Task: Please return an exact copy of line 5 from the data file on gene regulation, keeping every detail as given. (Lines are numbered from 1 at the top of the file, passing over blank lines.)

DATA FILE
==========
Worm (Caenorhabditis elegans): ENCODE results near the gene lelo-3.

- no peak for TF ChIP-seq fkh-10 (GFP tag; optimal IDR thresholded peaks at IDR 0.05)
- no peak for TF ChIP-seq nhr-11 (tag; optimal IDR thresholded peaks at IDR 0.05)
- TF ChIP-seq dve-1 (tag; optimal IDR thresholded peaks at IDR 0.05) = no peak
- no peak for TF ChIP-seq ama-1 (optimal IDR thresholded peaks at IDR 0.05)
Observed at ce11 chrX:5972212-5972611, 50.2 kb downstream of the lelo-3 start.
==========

- no peak for TF ChIP-seq ama-1 (optimal IDR thresholded peaks at IDR 0.05)